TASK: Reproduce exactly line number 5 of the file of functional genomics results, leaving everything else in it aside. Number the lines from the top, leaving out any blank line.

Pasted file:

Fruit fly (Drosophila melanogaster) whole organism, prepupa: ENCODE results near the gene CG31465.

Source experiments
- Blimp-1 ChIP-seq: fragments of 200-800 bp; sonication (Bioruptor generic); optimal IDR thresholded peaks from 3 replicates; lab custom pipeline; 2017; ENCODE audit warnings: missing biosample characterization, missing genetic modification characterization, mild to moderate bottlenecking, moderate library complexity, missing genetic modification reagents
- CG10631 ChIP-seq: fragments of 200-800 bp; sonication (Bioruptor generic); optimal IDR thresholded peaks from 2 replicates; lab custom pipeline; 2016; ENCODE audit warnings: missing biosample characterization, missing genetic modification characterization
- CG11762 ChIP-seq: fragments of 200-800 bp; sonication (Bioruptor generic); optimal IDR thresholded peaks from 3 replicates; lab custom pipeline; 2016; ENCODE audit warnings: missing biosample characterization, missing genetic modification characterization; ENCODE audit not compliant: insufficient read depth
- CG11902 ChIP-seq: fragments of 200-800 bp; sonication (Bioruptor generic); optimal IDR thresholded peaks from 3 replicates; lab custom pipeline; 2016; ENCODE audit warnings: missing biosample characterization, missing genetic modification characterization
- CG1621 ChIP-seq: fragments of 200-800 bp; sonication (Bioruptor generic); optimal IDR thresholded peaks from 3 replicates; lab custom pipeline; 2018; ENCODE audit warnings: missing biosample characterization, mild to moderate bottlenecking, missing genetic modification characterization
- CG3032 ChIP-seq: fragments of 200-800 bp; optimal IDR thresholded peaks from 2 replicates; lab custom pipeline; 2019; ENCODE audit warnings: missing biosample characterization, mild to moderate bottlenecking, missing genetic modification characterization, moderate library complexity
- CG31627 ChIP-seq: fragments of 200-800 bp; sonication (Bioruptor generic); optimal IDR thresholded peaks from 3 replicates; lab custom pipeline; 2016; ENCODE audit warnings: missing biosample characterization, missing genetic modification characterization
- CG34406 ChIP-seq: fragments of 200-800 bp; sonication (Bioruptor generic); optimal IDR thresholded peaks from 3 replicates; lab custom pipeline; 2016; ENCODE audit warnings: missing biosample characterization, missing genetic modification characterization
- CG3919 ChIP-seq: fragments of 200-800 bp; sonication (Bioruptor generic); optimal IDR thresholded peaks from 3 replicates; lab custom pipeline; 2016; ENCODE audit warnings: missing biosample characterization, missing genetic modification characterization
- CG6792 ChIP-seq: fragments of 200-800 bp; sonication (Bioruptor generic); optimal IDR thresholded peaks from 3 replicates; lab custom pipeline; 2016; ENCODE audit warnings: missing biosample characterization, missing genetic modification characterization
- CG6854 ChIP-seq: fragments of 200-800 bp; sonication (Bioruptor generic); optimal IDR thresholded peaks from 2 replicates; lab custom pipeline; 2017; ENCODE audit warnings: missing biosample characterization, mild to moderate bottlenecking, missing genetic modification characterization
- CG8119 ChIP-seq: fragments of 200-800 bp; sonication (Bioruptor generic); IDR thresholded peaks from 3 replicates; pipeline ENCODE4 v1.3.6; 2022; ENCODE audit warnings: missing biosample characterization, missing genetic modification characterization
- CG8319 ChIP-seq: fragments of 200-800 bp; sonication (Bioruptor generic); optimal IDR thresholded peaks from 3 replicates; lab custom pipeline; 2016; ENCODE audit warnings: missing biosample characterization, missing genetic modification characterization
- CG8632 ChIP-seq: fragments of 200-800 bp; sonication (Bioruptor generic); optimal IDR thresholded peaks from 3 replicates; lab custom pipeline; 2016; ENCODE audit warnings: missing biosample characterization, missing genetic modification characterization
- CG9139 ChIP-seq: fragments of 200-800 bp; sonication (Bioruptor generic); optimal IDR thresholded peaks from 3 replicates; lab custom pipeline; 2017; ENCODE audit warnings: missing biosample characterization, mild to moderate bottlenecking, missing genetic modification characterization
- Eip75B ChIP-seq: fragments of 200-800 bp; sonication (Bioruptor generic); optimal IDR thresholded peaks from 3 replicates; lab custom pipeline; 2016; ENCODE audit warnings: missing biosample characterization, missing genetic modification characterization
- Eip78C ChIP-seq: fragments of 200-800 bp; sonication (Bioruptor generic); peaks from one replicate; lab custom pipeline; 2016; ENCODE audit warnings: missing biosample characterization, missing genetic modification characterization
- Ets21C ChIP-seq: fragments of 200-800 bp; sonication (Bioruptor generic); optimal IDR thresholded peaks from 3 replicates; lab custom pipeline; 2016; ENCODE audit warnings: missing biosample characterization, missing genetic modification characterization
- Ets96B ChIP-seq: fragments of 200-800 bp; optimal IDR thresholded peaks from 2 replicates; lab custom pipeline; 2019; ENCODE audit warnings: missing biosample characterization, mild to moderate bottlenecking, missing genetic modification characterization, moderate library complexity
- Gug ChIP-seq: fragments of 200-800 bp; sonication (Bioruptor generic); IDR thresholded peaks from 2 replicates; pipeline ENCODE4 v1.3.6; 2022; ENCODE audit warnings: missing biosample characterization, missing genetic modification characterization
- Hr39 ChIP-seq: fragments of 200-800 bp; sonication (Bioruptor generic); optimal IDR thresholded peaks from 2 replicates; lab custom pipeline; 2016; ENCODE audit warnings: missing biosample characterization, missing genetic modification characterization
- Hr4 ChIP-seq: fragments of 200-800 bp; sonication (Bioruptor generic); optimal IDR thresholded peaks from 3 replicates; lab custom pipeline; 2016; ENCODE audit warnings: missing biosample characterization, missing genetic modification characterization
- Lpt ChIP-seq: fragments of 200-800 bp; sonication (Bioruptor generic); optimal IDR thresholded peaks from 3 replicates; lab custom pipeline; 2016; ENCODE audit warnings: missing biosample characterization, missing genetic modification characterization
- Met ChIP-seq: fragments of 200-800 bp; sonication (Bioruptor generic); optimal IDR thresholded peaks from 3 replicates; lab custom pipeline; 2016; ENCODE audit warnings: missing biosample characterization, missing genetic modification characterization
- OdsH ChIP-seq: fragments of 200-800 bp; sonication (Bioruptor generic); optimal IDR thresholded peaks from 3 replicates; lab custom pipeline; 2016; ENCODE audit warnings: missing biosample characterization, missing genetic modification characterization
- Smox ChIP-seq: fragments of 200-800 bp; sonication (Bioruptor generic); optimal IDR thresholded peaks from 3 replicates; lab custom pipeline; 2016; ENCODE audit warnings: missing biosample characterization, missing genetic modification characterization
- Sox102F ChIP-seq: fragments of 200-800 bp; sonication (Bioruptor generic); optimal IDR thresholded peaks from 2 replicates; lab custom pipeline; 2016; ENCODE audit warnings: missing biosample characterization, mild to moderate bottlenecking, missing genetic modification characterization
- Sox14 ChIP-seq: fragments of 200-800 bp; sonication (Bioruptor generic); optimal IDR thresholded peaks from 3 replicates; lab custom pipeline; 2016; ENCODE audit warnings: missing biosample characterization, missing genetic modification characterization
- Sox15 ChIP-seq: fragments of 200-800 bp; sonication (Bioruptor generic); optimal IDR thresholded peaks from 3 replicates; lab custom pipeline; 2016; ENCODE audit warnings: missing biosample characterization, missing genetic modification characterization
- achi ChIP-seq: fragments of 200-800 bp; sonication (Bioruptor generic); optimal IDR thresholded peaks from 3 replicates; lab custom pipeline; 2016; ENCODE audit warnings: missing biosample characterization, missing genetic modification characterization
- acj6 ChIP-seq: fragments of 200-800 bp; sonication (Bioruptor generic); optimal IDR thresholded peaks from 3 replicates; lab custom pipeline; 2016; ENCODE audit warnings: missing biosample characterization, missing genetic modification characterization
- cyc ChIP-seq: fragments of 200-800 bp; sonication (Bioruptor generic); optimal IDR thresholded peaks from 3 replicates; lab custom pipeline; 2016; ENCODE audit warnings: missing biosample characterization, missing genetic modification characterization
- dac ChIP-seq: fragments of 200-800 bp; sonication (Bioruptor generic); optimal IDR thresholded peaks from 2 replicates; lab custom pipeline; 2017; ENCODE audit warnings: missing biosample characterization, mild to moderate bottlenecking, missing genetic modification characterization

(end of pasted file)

- CG11762 ChIP-seq: fragments of 200-800 bp; sonication (Bioruptor generic); optimal IDR thresholded peaks from 3 replicates; lab custom pipeline; 2016; ENCODE audit warnings: missing biosample characterization, missing genetic modification characterization; ENCODE audit not compliant: insufficient read depth